Poll: Vast majority of Americans oppose sanctuary cities

A new Harris poll shows that 80% of voters say local authorities should have to comply with the law by reporting to federal agents the illegal immigrants they come into contact with.  The poll also shows that President Trump enjoys broad public support to crack down on sanctuary cities.

The Hill:

As it stands, hundreds of cities across the nation – many with Democratic mayors or city councils – are refusing to do so.

Trump has signed an executive order directing Homeland Security Secretary John Kelly to find ways to starve these sanctuary cities of federal funding. A Reuters analysisfound the top 10 sanctuary cities in the U.S. receive $2.27 billion in federal funding for programs ranging from public health services to early childhood education.

Kelly is expected to hire thousands of new immigration enforcement agents with broad authority to detain and deport those in the country illegally, potentially setting up a showdown between the federal government and sanctuary cities.

The Harvard–Harris Poll survey found strong support for an overhaul of the nation's immigration laws, with 77 percent saying they support comprehensive immigration reform against only 23 percent who oppose.

"While there is broad support for comprehensive immigration reform, there is overwhelming opposition to sanctuary cities," said Harvard–Harris co-director Mark Penn. "The public wants honest immigrants treated fairly and those who commit crimes deported and that's very clear from the data."

The finding is one of several in the survey that show Trump has support for some of the controversial immigration proposals that were a hallmark of his campaign.

A majority – 52 percent – say they support Trump's two executive orders allowing for the construction of a southern border wall, increasing the number of immigration officers by 10,000 and finding a way to revoke federal funds for sanctuary cities.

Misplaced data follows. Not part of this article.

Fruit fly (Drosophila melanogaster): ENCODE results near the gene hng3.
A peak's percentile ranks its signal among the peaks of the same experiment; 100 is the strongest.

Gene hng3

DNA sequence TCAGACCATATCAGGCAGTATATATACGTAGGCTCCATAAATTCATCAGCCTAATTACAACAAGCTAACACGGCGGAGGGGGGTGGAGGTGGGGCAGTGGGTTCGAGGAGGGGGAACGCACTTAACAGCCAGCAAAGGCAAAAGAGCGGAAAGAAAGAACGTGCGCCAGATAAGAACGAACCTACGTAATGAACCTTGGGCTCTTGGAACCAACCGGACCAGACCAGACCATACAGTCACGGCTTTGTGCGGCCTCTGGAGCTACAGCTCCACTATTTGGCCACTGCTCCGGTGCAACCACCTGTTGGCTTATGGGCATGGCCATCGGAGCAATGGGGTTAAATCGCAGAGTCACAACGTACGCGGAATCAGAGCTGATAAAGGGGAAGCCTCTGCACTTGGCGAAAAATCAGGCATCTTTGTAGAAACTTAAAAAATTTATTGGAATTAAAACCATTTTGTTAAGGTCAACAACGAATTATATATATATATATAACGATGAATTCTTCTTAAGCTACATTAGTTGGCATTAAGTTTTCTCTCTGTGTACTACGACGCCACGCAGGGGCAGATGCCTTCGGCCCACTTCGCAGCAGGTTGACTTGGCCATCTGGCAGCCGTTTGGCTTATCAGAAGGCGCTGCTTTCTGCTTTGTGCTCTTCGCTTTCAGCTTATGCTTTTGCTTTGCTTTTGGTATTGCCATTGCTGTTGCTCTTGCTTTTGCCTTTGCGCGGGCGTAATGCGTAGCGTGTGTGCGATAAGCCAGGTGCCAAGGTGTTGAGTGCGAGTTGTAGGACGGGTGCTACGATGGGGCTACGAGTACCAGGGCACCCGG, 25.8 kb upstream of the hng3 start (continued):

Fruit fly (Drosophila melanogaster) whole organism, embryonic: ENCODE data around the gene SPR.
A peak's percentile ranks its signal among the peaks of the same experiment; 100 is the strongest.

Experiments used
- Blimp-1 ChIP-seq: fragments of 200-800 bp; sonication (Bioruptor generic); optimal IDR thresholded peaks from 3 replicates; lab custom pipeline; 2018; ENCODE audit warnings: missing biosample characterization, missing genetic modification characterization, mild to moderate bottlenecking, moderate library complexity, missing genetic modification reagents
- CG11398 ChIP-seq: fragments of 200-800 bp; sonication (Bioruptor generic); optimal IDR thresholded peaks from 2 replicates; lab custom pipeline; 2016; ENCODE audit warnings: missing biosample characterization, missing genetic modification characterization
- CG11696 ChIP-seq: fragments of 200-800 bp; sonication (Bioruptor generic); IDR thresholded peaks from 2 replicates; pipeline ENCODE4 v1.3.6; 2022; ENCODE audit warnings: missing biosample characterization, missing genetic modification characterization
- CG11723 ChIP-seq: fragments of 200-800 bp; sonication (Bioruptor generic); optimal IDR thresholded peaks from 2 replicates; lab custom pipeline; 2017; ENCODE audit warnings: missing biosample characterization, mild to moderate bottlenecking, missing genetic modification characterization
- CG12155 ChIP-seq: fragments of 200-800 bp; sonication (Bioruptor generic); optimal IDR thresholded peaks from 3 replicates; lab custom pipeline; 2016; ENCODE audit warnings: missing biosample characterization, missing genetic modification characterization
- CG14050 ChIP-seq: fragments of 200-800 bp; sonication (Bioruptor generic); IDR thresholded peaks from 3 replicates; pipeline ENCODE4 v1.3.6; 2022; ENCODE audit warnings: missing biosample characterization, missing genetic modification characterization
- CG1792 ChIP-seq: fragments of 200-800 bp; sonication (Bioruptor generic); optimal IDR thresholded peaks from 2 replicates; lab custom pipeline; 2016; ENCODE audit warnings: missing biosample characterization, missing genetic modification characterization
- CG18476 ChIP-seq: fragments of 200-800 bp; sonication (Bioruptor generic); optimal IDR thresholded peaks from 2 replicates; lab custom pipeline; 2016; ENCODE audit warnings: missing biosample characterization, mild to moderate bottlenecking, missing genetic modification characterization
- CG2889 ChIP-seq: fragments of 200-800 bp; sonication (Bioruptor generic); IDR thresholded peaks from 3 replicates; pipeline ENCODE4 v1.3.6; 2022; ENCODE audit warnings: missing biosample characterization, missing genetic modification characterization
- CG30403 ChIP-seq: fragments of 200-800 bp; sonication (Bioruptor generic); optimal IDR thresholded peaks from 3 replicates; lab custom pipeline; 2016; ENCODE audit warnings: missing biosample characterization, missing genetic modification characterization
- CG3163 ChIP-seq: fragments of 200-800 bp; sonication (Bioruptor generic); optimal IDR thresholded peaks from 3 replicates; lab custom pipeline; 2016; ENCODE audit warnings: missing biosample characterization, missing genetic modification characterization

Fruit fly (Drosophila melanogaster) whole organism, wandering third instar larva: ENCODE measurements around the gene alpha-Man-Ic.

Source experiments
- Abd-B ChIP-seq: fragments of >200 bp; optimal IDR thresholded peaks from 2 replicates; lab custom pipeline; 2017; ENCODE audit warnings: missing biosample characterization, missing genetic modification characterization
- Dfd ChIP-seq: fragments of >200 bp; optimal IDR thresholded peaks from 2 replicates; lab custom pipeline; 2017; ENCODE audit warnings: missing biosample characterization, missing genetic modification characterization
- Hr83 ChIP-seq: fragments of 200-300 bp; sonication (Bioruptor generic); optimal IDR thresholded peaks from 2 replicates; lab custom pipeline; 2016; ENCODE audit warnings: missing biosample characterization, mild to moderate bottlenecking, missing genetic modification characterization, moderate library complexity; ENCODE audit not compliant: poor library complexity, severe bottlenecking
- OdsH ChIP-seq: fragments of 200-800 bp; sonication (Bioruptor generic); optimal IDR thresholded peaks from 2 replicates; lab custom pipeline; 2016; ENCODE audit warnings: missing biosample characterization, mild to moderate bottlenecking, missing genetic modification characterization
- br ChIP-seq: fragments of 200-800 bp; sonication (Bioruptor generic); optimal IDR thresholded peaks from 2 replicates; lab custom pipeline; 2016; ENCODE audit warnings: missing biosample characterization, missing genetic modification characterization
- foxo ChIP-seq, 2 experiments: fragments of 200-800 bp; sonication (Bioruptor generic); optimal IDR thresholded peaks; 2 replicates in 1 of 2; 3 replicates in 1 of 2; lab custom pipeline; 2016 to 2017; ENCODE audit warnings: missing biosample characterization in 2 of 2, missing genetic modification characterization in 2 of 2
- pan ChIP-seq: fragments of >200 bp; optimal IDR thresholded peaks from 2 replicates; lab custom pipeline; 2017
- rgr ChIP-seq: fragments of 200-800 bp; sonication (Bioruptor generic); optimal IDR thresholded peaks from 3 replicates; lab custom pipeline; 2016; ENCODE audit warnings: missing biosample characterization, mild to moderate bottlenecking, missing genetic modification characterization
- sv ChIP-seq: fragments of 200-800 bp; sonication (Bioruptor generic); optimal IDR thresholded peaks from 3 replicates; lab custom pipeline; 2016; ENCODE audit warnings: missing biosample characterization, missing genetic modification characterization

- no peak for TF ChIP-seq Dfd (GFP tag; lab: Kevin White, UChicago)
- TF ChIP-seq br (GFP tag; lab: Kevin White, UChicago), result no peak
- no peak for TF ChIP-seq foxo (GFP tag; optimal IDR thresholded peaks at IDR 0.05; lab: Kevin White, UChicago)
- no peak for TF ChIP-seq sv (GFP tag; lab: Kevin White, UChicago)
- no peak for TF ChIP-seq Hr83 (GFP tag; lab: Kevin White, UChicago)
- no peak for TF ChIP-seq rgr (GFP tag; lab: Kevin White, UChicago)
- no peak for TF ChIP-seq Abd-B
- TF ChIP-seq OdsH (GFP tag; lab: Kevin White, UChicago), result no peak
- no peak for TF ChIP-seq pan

The crackdown on sanctuary cities is the most popular feature of those actions, followed closely by the directive to increase the border patrol, which is backed by 75 percent of voters.

The wall is the most divisive element of Trump's plan, with 53 percent opposing its construction.

Meanwhile, 53 percent of voters surveyed said they back Trump's travel ban, which was rejected by the courts. That order temporarily suspended the United States' refugee program for 120 days, indefinitely suspended resettlement for Syrian refugees and imposed a 90-day travel and immigration ban from seven predominately Muslim nations: Iran, Iraq, Syria, Yemen, Sudan, Libya and Somalia.

Kelly has said the administration will roll out a "tighter, more streamlined version" of the executive order some time soon.

The large number of voters supporting a crackdown on sanctuary cities means that even in the most fervent pro-illegal alien jurisdictions, most residents oppose releasing illegals from custody.  That should make it easier politically for the GOP if President Trump can find a way to cut funding for sanctuary cities that passes muster with the courts.

Finding a way to cut education and health care funding that goes to both illegal immigrants and U.S. citizens will be a problem.  There's no way to dissect this funding so that only money earmarked for illegals is denied by Washington.

That's why the administration and the Republican Congress could have more success if they target grants to cities from various federal departments – especially the Justice Department.  Many of these grants go to local law enforcement in sanctuary cities.  True, ordinary citizens will have to share in the punishment of city governments who defy the law, but that should put political pressure on those governments to change their policies.

The days of these sanctuary cities may be numbered if the political will can be found to deny funds to those governments who thumb their noses at the law.